Thinking of buying a used EV? Think very, very carefully (NYSE:CVNA)
More new electric vehicles coming to market also means more used EVs for sale.
But pricing an EV is nowhere near as straightforward as pricing a traditional gasoline-fed automobile. To begin with, there is the battery, which represents the bulk of the car’s value. While there are battery health reports available, they are not standardized and it’s nearly impossible to know exactly how often it was charged and how it was driven, among other things.
Battery health is a “giant question and there’s more questions than answers there,” according to David Greene, Cars.com’s (NYSE:CARS) industry and marketplace analyst.
Additionally, EVs come with any number of digital features that add value and may not be immediately evident to those evaluating the car.
“If you don’t value it accordingly when you buy the car, either at auction or giving a customer a trade-in price, you can pay too much and end up losing money on the deal,” Greene said in an interview. “Similarly, if there’s a feature the car has you don’t know about, you may underprice it when you go to sell it and again, you’re losing money.”
Topping it off, Teslas (NASDAQ:TSLA), which represent about 60% of the used EV market today, have no model years so it’s impossible to know what changes have been made within a specific model.
“The fact that there are more used EVs, that means new challenges are coming up for dealers,” Greene said.
A Ford (NYSE:F) dealer, for example, may know its own EVs inside and out, but it has to understand another several dozen brands and models to properly evaluate and price cars that are far more complex than they were previously.
Used EVs represented 1% of total used car sales in the first quarter, which, while minimal, is twice what it was 18 months earlier, according to Kelley Blue Book. New EV sales were nearly 7% of all new car sales in the first quarter, up from 2.4% two years earlier.
“We’re in the early days, but both are accelerating,” said Sean Tucker, editor for Kelley Blue Book.
Battery health reports are meant to show much life is left in a battery, even if they cannot account for other factors.
“You need to understand battery health to negotiate the value of the car,” Tucker said in an interview. It’s a big difference if the battery has 70% or 80% life expectancy.
With Teslas (TSLA), it’s even more complicated.
“You really have to study the individual car that you are buying,” Tucker said. Because there are no model years, it’s hard to know the difference from one to the next.
Both Tucker and Greene compared today’s EV situation to last century before there was a lack of standardization. For example, gas filler holes were all different for a time, and it wasn’t until the late 1920s that the U.S. set out the rule that steering wheels have to be on the left side.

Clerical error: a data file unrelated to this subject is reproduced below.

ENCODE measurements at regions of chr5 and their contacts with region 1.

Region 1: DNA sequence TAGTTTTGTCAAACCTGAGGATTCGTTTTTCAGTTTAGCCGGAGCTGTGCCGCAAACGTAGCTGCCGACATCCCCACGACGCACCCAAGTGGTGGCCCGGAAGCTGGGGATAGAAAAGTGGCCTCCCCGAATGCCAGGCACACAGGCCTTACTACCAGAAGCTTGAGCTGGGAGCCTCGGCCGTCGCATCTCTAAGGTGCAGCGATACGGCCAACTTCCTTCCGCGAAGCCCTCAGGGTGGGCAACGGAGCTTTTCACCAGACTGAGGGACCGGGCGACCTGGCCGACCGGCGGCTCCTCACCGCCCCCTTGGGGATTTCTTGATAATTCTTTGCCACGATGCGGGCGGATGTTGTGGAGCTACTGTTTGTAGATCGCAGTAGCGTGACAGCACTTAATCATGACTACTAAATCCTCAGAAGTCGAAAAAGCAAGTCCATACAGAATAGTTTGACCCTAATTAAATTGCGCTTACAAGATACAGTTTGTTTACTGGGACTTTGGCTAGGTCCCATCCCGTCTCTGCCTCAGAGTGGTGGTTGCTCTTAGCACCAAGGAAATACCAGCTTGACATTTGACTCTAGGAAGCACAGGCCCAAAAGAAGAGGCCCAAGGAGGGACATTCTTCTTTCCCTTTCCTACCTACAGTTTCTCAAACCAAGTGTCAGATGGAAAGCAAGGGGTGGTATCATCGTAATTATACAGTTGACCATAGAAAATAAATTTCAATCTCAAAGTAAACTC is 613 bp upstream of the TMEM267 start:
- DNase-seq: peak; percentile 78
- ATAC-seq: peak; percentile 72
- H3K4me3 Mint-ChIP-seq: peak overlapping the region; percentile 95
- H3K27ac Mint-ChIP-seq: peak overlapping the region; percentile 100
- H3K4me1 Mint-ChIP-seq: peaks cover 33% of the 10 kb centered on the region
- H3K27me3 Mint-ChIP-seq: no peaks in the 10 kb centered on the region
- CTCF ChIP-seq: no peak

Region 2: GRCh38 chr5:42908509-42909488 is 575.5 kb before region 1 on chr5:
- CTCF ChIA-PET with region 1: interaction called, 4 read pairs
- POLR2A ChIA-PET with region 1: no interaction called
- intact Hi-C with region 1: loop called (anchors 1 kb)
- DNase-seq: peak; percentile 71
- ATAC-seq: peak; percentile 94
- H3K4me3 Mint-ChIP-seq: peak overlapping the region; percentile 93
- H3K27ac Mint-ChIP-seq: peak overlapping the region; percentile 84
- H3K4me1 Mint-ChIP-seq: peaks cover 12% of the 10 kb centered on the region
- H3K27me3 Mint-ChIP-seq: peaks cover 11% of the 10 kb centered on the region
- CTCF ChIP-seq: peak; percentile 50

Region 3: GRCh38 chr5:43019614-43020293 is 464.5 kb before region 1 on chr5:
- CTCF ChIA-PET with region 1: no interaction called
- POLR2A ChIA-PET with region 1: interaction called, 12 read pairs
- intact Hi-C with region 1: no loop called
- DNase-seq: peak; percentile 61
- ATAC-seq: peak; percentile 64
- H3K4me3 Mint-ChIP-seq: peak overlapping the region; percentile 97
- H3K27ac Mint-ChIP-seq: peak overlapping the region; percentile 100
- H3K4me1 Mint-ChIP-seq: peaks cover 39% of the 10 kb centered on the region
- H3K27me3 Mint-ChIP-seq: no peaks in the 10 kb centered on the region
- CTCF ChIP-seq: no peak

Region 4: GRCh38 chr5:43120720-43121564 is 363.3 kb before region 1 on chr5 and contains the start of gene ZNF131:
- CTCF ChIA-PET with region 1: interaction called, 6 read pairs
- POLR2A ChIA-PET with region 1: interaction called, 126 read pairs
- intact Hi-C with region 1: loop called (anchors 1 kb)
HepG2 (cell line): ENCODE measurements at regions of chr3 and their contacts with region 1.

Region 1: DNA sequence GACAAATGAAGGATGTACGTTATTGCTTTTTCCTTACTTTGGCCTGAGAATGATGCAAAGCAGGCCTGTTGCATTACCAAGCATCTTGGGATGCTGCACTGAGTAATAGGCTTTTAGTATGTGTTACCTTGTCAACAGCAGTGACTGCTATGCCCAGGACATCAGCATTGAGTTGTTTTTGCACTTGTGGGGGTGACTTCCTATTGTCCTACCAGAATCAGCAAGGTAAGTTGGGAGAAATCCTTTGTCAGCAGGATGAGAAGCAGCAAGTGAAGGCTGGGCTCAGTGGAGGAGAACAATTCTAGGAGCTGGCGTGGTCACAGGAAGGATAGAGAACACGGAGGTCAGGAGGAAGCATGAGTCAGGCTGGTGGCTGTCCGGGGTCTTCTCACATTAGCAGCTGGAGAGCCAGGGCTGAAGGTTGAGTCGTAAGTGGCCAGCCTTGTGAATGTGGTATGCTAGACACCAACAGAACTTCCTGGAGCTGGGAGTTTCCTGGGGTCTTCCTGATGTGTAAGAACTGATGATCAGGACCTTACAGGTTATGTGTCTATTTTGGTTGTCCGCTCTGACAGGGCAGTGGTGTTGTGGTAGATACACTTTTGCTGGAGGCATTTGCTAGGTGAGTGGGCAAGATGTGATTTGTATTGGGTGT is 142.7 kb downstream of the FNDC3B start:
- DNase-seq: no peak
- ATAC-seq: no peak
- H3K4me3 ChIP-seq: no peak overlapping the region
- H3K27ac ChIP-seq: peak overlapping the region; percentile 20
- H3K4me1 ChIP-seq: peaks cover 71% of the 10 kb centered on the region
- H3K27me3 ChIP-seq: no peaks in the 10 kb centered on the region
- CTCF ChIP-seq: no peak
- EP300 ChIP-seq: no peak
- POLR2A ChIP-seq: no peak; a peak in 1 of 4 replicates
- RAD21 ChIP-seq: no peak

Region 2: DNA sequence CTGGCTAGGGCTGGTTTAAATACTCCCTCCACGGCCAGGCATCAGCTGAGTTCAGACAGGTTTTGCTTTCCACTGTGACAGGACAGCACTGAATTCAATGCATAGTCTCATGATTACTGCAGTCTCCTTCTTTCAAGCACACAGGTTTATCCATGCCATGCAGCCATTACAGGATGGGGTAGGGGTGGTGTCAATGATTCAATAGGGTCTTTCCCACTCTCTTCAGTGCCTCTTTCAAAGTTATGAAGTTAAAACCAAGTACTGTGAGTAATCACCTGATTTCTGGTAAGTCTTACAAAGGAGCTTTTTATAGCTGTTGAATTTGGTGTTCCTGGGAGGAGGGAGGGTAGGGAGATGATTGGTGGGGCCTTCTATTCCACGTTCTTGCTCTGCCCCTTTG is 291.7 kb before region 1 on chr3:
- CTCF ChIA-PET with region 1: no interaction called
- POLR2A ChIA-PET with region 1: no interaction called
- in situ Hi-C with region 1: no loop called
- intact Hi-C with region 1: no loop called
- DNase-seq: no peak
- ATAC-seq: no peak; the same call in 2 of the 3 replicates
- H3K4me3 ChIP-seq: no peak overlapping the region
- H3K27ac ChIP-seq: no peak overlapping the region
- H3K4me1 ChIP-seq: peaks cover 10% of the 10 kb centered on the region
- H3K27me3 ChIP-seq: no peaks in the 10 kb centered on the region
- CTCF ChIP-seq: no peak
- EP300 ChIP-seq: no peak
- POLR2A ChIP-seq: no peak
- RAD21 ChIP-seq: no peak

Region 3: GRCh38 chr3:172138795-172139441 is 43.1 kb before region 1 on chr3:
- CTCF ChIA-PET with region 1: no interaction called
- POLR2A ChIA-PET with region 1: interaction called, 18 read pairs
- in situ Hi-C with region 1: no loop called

There were hundreds of car brands using different technology at the time. “Eventually survivors rose to the top and those are the brands we know today,” Greene said.
TLSA may end up being one of the survivors of the EV age: A big benefit of their cars is that they have “an exceptional cooling system that helps preserve battery life,” Greene said.
That compares to earlier generation Nissan Leafs, which have no cooling system, meaning the life of the battery drains faster.
It remains to be seen how newer EV makers like VinFast Auto (NASDAQ:VFS), Rivian Automotive (NASDAQ:RIVN), Nio (NYSE:NIO), XPeng, (NYSE:XPEV), Canoo (NASDAQ:GOEV) and Lucid Group (NASDAQ:LCID) will fare, as well as traditional groups moving into EVs, including F (Ford), General Motors (NYSE:GM), Stellantis (NYSE:STLA), Nissan Motor (OTCPK:NSANY), Honda Motor Co. (NYSE:HMC), Toyota Motor Corporation (NYSE:TM), Mercedes-Benz Group AG (OTCPK:MBGAF), Bayerische Motoren Werke Aktiengesellschaft (OTCPK:BMWYY) and Volkswagen AG (OTCPK:VWAGY).
While the lack of regulation makes it more difficult in the short-run for buyers and sellers, it allows for carmakers to experiment and try new things.
“With electric vehicles today, you’re seeing a lot of innovation without a lot of regulation,” Green said. At some point, it will get harder to enter the market but for now the opportunity is open for new business and technologies.
Until we see standardization, however, the questions surrounding used EVs will just keep mounting.
“Consumers are really going to have to educate themselves,” Greene said.